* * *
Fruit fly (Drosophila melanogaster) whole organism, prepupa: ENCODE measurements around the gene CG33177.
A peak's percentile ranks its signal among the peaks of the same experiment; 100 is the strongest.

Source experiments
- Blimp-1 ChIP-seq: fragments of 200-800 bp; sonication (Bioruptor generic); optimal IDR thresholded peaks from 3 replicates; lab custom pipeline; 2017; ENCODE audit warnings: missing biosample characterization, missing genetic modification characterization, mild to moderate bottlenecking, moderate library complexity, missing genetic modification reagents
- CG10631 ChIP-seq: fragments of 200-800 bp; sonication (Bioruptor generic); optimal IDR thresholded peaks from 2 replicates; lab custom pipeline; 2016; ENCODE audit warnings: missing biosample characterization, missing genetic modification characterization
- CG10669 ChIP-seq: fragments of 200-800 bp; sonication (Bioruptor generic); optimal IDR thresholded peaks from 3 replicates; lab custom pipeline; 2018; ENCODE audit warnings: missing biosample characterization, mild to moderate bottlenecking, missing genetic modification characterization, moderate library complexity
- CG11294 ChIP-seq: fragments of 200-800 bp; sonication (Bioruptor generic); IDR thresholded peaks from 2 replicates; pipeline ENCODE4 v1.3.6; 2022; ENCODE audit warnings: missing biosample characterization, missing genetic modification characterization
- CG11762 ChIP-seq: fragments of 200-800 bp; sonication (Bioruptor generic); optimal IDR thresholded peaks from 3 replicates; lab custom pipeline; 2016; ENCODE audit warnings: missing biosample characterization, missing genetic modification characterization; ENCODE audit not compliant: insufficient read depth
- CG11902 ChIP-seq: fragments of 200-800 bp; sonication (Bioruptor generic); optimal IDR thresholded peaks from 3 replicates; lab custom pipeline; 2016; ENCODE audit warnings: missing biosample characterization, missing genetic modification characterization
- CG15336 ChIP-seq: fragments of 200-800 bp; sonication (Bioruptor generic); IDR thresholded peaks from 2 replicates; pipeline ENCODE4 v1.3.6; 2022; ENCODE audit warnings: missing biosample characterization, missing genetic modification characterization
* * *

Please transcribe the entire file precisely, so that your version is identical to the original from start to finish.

Fruit fly (Drosophila melanogaster) whole organism, prepupa: ENCODE measurements around the gene CG33177.
A peak's percentile ranks its signal among the peaks of the same experiment; 100 is the strongest.

Source experiments
- Blimp-1 ChIP-seq: fragments of 200-800 bp; sonication (Bioruptor generic); optimal IDR thresholded peaks from 3 replicates; lab custom pipeline; 2017; ENCODE audit warnings: missing biosample characterization, missing genetic modification characterization, mild to moderate bottlenecking, moderate library complexity, missing genetic modification reagents
- CG10631 ChIP-seq: fragments of 200-800 bp; sonication (Bioruptor generic); optimal IDR thresholded peaks from 2 replicates; lab custom pipeline; 2016; ENCODE audit warnings: missing biosample characterization, missing genetic modification characterization
- CG10669 ChIP-seq: fragments of 200-800 bp; sonication (Bioruptor generic); optimal IDR thresholded peaks from 3 replicates; lab custom pipeline; 2018; ENCODE audit warnings: missing biosample characterization, mild to moderate bottlenecking, missing genetic modification characterization, moderate library complexity
- CG11294 ChIP-seq: fragments of 200-800 bp; sonication (Bioruptor generic); IDR thresholded peaks from 2 replicates; pipeline ENCODE4 v1.3.6; 2022; ENCODE audit warnings: missing biosample characterization, missing genetic modification characterization
- CG11762 ChIP-seq: fragments of 200-800 bp; sonication (Bioruptor generic); optimal IDR thresholded peaks from 3 replicates; lab custom pipeline; 2016; ENCODE audit warnings: missing biosample characterization, missing genetic modification characterization; ENCODE audit not compliant: insufficient read depth
- CG11902 ChIP-seq: fragments of 200-800 bp; sonication (Bioruptor generic); optimal IDR thresholded peaks from 3 replicates; lab custom pipeline; 2016; ENCODE audit warnings: missing biosample characterization, missing genetic modification characterization
- CG15336 ChIP-seq: fragments of 200-800 bp; sonication (Bioruptor generic); IDR thresholded peaks from 2 replicates; pipeline ENCODE4 v1.3.6; 2022; ENCODE audit warnings: missing biosample characterization, missing genetic modification characterization